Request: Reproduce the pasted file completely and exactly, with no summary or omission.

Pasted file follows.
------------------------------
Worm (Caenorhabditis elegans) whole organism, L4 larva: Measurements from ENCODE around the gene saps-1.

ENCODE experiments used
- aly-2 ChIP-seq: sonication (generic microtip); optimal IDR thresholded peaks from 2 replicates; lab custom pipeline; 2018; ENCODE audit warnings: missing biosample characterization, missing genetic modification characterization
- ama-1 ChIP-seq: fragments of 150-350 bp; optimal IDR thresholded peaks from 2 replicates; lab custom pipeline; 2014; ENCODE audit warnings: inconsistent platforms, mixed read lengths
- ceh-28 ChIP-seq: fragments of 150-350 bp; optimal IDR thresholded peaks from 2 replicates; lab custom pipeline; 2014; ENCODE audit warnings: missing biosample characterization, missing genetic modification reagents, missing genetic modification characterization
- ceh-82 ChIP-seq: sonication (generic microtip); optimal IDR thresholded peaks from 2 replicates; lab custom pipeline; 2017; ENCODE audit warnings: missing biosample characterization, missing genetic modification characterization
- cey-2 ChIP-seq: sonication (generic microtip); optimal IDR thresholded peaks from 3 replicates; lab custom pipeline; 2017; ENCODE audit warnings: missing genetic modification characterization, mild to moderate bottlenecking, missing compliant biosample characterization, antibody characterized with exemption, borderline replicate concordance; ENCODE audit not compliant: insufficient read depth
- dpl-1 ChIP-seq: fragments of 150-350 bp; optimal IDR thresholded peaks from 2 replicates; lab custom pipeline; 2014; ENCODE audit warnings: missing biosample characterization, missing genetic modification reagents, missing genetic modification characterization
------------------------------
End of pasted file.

Worm (Caenorhabditis elegans) whole organism, L4 larva: Measurements from ENCODE around the gene saps-1.

ENCODE experiments used
- aly-2 ChIP-seq: sonication (generic microtip); optimal IDR thresholded peaks from 2 replicates; lab custom pipeline; 2018; ENCODE audit warnings: missing biosample characterization, missing genetic modification characterization
- ama-1 ChIP-seq: fragments of 150-350 bp; optimal IDR thresholded peaks from 2 replicates; lab custom pipeline; 2014; ENCODE audit warnings: inconsistent platforms, mixed read lengths
- ceh-28 ChIP-seq: fragments of 150-350 bp; optimal IDR thresholded peaks from 2 replicates; lab custom pipeline; 2014; ENCODE audit warnings: missing biosample characterization, missing genetic modification reagents, missing genetic modification characterization
- ceh-82 ChIP-seq: sonication (generic microtip); optimal IDR thresholded peaks from 2 replicates; lab custom pipeline; 2017; ENCODE audit warnings: missing biosample characterization, missing genetic modification characterization
- cey-2 ChIP-seq: sonication (generic microtip); optimal IDR thresholded peaks from 3 replicates; lab custom pipeline; 2017; ENCODE audit warnings: missing genetic modification characterization, mild to moderate bottlenecking, missing compliant biosample characterization, antibody characterized with exemption, borderline replicate concordance; ENCODE audit not compliant: insufficient read depth
- dpl-1 ChIP-seq: fragments of 150-350 bp; optimal IDR thresholded peaks from 2 replicates; lab custom pipeline; 2014; ENCODE audit warnings: missing biosample characterization, missing genetic modification reagents, missing genetic modification characterization